British designers Edward Barber and Jay Osgerby have curated an exhibition at London's Design Museum containing a selection of objects paused part-way through the manufacturing process, which they joked reveals their obsession with aluminium.
The 24 objects on show at Barber and Osgerby's In The Making exhibition have all been paused at a different stage of completion, chosen to demonstrate the way it's made or to show it when its most visually interesting. "Some of the items are more beautiful and sculptural than the finished pieces," said Barber during a tour of the exhibition.
At the entrance to the exhibition sits an aluminium section that would form the front of a London Underground train. The chunk of metal is instantly recognisable as belonging to a tube carriage even taken out of context.
Seeing the train front in isolation also allows visitors to gauge the scale of the piece and the qualities of the material, which is true of all the objects on display.
"This could have be called the aluminium show," said Osgerby. "There are a number of aluminium pieces in this exhibition, which I think demonstrates the importance of the material - not least in its recyclability but also its malleability."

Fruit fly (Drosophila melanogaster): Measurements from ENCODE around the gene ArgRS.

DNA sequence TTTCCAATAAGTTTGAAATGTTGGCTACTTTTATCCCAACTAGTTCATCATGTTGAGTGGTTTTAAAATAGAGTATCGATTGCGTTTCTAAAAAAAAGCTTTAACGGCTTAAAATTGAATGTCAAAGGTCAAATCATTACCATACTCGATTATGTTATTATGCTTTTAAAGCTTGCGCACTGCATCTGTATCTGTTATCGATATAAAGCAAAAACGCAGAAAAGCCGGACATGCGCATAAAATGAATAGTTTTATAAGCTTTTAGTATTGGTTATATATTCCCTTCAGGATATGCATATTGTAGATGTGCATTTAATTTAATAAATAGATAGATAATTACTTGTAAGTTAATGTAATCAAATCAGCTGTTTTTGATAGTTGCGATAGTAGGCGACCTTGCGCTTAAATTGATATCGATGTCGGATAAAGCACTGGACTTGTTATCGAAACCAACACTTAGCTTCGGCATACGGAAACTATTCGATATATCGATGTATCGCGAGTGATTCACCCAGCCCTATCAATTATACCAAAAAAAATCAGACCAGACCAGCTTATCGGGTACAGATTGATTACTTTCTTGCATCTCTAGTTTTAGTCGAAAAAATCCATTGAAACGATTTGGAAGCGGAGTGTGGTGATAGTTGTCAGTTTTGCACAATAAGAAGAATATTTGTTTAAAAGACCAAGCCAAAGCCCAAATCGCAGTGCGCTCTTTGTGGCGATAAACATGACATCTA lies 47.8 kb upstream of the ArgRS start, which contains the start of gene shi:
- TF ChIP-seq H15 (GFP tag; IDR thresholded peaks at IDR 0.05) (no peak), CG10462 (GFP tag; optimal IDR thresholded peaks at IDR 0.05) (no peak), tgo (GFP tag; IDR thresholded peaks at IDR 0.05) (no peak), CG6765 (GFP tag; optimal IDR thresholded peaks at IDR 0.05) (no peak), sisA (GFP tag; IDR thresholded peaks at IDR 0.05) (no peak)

Arranged along two black corridors, the objects are presented under spotlights like sculpture or jewellery. "Each object has been lit in this way to really try to animate the design and give it an importance," said Osgerby.
Some of the manufacturing techniques are easily recognisable in the objects, such as the creation of pencils, while other more abstract forms are harder difficult to guess, like the conical top of a silicon cylinder used to create semi-conductive chips for electronics.
A sheet of leftover lurid yellow felt with cut out strips used for tennis balls and the splayed upper of a Nike GS Football Boot were chosen for their graphic shapes.
"We were quite struck by the amazing graphic quality, which is something we've really paid attention to in our work," said Barber.
Aside from the torch, Barber and Osgerby have also included their designs for a £2 coin to mark the 150th anniversary of the London Underground and the injection-moulded Tip Ton chair for design brand Vitra.
Positioned at the ends of the displays are two larger items: a sofa by furniture brand B&B Italia that has been formed into shape with foam but not yet upholstered and a long cuboid of clay that would be sliced up into bricks.
Three screens are installed to show the manufacture of the items and visitors can take pamphlets containing more information about each object as they exit the exhibition space. These booklets were designed by London studio Build, which created all the graphics for the show.
In The Making runs until 4 May at the Design Museum in London. Photography is by Mirren Rosie, courtesy of the Design Museum, unless otherwise stated.